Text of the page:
Years of bushwalking have taught me a few things. On another page I share some of the lessons specific to the Bibbulmun Track. Here I share some other things I've learned which apply to long hikes in general, regardless of where that happens to be.
My first hikes and long day-walks were spoiled by blisters, so much so that I thought they were an unavoidable part of serious walks. Not so. There are a number of blister strategies which are well known to hikers, which you've probably seen before:
What hiking in Australia has taught me is the importance of applying all of these strategies together.
My greatest leap forwards in blister prevention came after sticking small patches of tape (such as fixomull) onto skin where blisters are most likely to form. And how do you know where to put the tape? The best way is to learn from experience, by noting where blisters have formed before.
One idea I tried was to take photos of my feet when suffering from blisters. Drawing rings around the blisters with marker pen made them clear and obvious. Such photos provide a personalised map of hot-spots, and show where tape should be applied next time.
This and the other blister strategies are like links in a chain. Fail with just one, and problems can still arise ... as in my next lesson.
I was managing to avoid blisters and thought nothing could go wrong. How silly! Over the years my feet had grown a little, and my well worn-in boots became just a fraction too snug. I got away with it until the day a torrential downpour left me with waterlogged boots and soggy socks. Snugness became tightness, and by the end of the day my little toenail was coming off - something I didn't even know was possible before then.
After limping painfully to the next town I learned that lost toenails are not unusual among serious runners. In fact some hardcore runners and hikers seem to treat it as a badge of honour, or a rite of passage into a higher level. To me it was just a sign that I needed boots with a wider fitting and more toe room.
A new toenail grew back in six months, and with plenty of toe space in my new footwear I hope to never repeat the experience.
On my first overnight hikes I carried a 25kg load on my poor back ... and that was just for one night! The discomfort set me on the long road to the holy grail of ultralight hiking.
I'm not there yet, but years of small adjustments brought my hiking backpack weight down to just 12kg, and that includes food and fuel for three days. For me this has made the difference between enduring a walk and actually enjoying it.
Some of the weight reduction came about by taking lighter versions of things, like a titanium pot instead of a heavy stainless steel one. Camping gear sellers will bend over backwards to help you buy smaller and lighter gear. But most of my improvements were not the result of lighter stuff, but rather deleting items from my list and simply doing without.
On my early trips I thought I needed all the stuff I was weighed down with, but getting by happily with less than half has taught me I didn't really need much of it after all.
(Assuming that you have sufficient to supply your needs)
As with packing in general, the amount of food I carry has diminished over the years. I've found my actual needs to be less than what the hiking literature suggested, and less than what I would have expected.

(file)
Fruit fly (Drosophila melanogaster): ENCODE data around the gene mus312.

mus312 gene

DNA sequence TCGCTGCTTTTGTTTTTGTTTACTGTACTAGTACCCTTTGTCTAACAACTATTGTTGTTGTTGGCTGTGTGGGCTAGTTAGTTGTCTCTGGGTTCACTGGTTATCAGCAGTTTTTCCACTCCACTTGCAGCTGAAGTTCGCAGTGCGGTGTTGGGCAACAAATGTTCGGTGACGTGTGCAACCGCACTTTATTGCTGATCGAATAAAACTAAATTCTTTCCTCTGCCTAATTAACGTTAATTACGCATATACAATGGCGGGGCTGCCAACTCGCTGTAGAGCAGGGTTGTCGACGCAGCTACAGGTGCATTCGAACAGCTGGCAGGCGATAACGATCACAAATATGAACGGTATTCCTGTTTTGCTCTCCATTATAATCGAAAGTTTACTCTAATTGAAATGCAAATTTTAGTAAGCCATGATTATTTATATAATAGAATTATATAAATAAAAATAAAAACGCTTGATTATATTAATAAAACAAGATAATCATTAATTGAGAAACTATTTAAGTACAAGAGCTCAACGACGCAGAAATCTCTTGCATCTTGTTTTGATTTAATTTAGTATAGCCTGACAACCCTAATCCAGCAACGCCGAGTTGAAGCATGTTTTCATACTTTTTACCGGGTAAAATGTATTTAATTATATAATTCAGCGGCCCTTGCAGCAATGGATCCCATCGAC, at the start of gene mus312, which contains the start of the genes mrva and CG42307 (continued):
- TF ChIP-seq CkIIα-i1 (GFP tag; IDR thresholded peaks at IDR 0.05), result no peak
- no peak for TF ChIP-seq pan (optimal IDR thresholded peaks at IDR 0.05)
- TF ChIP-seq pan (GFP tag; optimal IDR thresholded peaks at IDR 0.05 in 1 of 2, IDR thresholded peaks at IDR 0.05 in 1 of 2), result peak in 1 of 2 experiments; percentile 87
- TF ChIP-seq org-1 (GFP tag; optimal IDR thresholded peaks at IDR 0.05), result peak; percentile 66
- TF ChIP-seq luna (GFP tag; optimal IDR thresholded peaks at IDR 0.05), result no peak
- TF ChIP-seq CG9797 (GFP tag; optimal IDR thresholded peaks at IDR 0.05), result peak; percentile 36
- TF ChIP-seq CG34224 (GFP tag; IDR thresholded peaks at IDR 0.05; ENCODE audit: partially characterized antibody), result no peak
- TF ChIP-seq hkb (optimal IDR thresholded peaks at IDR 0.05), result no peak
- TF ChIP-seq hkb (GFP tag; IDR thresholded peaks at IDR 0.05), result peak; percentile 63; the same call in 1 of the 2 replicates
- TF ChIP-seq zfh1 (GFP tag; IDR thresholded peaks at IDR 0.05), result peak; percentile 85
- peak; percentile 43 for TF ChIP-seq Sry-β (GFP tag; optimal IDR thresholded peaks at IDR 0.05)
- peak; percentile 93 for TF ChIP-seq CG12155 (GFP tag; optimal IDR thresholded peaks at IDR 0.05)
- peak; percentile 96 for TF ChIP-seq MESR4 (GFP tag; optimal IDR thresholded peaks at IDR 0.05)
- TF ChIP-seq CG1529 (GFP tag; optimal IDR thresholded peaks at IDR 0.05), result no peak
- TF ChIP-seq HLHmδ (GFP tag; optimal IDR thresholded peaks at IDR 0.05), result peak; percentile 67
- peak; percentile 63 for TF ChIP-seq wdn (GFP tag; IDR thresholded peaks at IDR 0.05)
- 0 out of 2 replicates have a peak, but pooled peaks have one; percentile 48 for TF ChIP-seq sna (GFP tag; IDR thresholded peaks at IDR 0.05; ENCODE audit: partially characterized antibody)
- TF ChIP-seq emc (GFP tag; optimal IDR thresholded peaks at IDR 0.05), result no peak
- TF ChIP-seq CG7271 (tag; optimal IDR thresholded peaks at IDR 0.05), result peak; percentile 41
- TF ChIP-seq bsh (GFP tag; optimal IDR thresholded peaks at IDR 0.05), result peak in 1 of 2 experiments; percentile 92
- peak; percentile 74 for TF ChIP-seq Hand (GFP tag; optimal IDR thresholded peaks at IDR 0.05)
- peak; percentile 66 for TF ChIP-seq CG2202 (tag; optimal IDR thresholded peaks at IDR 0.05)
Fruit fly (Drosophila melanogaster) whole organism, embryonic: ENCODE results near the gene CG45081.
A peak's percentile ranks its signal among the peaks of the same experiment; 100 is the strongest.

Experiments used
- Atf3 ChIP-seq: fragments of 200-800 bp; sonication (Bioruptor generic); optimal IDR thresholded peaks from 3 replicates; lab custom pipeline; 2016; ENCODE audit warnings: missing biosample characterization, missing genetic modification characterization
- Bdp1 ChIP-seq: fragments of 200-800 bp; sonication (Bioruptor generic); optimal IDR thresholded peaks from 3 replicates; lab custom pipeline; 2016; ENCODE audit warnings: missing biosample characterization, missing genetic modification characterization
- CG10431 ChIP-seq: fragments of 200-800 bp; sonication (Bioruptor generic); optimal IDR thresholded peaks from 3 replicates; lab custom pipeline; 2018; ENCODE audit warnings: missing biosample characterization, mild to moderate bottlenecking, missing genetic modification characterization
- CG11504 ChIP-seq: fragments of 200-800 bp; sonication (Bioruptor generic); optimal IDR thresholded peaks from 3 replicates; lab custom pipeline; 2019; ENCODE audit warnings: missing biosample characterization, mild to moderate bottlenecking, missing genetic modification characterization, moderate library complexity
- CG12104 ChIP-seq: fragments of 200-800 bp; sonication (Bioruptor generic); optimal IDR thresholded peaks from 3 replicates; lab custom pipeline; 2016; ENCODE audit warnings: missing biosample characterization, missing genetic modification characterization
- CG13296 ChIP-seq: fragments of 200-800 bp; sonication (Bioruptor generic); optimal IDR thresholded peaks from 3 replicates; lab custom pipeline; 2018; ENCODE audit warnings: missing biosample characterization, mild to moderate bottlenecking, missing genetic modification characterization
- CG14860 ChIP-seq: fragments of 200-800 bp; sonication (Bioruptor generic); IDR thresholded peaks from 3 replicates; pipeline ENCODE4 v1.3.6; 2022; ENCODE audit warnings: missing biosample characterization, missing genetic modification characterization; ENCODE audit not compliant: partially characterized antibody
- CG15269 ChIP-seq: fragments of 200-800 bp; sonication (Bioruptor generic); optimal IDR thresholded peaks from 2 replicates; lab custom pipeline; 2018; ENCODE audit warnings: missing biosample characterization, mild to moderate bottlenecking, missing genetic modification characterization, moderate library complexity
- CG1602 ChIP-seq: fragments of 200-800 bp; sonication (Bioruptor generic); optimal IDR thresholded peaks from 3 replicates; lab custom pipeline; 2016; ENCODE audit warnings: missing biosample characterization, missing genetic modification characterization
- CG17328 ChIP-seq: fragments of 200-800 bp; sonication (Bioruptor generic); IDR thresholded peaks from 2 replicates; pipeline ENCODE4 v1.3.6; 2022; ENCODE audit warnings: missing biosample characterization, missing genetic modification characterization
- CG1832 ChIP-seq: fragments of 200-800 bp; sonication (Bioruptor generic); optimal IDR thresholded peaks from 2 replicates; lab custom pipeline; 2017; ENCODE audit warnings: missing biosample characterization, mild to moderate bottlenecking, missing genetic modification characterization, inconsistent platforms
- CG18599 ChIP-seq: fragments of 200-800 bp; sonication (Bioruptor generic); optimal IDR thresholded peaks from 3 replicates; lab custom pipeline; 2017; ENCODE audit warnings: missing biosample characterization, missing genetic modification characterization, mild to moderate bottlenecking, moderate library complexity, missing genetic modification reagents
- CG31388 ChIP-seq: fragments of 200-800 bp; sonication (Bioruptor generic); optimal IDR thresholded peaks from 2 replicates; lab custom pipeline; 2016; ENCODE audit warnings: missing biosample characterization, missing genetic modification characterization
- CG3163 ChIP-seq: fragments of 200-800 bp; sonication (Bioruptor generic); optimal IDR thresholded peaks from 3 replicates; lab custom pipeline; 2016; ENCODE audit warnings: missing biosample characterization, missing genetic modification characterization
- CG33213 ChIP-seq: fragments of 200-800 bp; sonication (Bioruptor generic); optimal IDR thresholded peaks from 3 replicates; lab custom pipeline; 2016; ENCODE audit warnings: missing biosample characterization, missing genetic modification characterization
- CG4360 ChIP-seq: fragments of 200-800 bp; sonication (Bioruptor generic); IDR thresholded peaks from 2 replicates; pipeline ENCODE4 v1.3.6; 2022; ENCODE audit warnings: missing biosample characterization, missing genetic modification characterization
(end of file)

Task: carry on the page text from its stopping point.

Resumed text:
At first I put it down to my fat reserve being drawn upon ... a plausible idea given the size of my reserves! However I've met plenty of other hikers who don't eat as much as they expected to, and end a trip with uneaten food left over. For me it is drinks, both cold and hot, that provide a stronger lure at the end of a sweaty day of walking.
While the quantity may be overrated, the type of food you eat is still important. On my earliest long hikes I suffered intense cravings for milkshakes, and hot chips with lots of salt. This led to over indulging after the walk, which didn't work out too well.
I wondered if the craving was not hunger, but rather an expression of my body's need for things lacking in my hiking diet - in this case fat, salt, and dairy. I replaced dried fruit with cashew nuts (fat and salt) and added powdered milk to my hiking breakfast. Since then those cravings have diminished. This confirmed, at least for me, that my need was for more appropriate food, rather than just more food.
There remains a craving for really good coffee ... but that's a bit harder to satisfy out in the bush when you're trying to travel light.
Being alone and being lonely are not the same. Unless you are at the extreme end of the extrovert spectrum, you may be surprised just how refreshing it can be to experience solitude out in the bush. Being alone in nature somehow feels more appropriate than being alone in the midst of other people..
On some of my winter hikes I've walked for days at a time without seeing another human. Rather than feeling lonely, I've found it to be just relaxing and therapeutic for the soul.
There are tangible benefits to solitude. Without the disturbances and sounds that a group of humans inevitably make, you get to see far more wildlife when alone and quiet. And there is something special about having a large tract of wilderness all to yourself.
Of course all the responsible hiking books and guides recommend walking in groups because it is safer. This may be true, but the numbers of other solo hikers I keep seeing suggest that I'm not the only one who thinks the rewards outweigh the obvious need to be extra careful.